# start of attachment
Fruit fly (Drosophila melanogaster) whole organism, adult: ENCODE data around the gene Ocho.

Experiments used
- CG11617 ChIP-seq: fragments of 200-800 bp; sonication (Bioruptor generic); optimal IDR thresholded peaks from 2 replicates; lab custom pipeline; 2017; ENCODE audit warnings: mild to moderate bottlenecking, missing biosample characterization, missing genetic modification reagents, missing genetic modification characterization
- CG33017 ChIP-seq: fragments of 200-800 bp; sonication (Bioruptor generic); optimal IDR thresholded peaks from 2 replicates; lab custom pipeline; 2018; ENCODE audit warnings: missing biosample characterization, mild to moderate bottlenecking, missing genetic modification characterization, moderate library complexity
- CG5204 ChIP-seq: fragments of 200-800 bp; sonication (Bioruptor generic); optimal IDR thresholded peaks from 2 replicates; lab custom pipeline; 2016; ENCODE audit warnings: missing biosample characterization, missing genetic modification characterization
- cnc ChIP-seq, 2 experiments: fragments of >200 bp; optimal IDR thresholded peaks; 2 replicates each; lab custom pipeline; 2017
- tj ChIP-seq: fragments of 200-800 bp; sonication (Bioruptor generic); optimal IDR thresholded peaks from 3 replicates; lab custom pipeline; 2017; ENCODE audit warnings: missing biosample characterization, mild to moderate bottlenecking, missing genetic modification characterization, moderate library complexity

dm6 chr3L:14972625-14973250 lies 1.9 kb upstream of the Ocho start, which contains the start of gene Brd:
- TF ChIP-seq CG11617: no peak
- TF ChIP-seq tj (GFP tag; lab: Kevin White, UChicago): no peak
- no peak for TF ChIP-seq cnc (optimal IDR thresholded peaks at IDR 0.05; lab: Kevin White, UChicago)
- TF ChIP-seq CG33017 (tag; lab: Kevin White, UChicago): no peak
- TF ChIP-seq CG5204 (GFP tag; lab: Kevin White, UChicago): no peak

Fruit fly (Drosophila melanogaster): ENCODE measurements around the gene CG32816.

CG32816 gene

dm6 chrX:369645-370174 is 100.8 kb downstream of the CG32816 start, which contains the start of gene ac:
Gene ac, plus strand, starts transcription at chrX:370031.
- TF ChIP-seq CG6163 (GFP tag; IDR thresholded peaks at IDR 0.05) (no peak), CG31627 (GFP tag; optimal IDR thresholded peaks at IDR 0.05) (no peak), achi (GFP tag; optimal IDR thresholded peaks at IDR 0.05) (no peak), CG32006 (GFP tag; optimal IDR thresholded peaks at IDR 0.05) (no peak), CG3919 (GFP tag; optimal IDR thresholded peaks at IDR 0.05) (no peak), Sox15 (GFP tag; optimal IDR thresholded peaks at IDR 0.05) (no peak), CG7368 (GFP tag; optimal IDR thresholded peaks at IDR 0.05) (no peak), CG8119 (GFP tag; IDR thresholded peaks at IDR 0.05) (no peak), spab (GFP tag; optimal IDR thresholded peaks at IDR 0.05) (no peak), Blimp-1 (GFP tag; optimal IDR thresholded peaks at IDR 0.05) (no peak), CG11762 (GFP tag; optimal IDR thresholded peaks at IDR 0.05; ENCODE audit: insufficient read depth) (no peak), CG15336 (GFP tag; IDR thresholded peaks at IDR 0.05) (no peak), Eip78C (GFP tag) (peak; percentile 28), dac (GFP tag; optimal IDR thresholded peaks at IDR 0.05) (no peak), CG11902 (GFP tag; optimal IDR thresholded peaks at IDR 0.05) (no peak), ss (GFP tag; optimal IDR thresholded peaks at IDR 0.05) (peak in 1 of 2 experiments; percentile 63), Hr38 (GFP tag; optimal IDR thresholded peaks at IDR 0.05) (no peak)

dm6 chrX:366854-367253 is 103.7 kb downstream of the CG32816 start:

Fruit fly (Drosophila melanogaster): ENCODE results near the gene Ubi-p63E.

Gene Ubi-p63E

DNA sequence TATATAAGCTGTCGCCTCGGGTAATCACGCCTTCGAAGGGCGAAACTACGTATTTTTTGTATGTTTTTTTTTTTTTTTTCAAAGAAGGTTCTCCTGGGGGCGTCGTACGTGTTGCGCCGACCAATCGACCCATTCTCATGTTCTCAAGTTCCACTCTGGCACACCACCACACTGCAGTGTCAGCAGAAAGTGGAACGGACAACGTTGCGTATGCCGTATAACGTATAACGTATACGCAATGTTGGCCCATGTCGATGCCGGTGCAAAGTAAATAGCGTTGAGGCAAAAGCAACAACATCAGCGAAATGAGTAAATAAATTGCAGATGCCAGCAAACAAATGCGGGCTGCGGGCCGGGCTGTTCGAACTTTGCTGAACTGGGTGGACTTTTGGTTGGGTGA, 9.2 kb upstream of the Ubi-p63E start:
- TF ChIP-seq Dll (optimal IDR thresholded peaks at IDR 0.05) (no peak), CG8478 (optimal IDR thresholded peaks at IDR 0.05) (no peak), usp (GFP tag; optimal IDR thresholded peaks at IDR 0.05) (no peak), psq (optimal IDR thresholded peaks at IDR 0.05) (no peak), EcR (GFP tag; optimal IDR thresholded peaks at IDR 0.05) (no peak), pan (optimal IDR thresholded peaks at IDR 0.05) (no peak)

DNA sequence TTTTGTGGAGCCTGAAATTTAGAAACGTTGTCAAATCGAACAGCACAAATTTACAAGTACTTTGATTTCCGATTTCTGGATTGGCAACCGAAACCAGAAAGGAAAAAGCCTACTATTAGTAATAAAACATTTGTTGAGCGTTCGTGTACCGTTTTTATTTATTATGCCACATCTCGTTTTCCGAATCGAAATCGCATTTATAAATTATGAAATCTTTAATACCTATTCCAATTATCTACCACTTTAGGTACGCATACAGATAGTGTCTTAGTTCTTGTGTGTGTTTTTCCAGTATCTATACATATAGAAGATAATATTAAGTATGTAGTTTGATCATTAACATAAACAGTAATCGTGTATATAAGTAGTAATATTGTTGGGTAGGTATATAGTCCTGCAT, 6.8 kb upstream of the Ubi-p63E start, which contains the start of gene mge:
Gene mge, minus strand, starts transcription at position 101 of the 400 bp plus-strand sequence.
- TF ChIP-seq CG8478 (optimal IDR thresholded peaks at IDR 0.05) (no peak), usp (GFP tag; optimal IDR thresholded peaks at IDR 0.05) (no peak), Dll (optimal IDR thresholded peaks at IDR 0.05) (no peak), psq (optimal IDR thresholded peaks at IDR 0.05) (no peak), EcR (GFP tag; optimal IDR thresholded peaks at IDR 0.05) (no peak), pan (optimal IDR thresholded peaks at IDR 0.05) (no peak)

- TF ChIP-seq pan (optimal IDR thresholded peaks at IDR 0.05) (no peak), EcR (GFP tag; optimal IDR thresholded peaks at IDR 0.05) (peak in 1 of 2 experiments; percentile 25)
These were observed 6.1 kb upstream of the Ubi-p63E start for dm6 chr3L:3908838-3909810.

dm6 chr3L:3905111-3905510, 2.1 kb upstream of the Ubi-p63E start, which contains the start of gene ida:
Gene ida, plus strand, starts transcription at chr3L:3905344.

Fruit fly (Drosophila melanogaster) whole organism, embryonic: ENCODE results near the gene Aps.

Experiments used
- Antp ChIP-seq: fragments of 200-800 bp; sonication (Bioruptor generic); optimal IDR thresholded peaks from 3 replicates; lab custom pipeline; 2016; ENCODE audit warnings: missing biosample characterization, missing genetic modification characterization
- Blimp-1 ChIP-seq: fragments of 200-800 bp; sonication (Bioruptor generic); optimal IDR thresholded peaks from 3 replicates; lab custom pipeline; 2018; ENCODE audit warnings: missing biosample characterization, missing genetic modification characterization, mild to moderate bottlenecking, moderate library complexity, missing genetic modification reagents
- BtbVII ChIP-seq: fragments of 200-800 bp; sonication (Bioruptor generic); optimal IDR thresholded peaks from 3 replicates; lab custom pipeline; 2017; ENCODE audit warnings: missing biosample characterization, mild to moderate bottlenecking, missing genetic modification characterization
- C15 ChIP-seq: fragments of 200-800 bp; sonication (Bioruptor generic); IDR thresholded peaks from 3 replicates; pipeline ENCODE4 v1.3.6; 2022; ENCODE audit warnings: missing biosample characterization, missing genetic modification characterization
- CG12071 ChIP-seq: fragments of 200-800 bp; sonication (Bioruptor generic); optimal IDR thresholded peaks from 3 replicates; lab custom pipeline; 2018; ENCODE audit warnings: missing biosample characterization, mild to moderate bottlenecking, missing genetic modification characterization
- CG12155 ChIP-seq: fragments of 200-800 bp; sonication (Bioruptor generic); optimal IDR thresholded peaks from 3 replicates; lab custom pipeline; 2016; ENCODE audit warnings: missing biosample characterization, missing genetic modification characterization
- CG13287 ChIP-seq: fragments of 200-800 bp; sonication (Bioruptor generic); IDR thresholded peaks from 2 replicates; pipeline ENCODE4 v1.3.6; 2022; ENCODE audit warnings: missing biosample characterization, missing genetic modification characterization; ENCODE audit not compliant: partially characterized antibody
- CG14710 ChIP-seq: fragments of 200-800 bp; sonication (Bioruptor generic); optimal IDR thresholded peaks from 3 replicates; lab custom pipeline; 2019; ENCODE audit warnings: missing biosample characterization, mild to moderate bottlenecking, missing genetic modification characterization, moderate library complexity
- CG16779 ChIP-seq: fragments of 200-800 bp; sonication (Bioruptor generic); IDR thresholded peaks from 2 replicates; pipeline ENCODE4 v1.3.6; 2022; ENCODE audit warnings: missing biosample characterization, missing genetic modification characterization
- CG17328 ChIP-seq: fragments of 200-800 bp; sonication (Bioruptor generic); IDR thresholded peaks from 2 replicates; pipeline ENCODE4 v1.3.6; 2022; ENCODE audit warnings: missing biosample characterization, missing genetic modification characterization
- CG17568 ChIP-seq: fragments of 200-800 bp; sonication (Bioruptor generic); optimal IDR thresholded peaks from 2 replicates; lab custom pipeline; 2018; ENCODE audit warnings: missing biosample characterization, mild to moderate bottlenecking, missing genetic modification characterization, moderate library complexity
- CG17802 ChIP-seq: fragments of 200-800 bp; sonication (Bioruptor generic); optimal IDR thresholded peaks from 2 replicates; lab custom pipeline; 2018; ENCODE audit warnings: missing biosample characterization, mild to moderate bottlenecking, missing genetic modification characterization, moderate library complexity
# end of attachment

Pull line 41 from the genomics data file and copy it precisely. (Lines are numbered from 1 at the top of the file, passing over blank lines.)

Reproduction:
- CG16779 ChIP-seq: fragments of 200-800 bp; sonication (Bioruptor generic); IDR thresholded peaks from 2 replicates; pipeline ENCODE4 v1.3.6; 2022; ENCODE audit warnings: missing biosample characterization, missing genetic modification characterization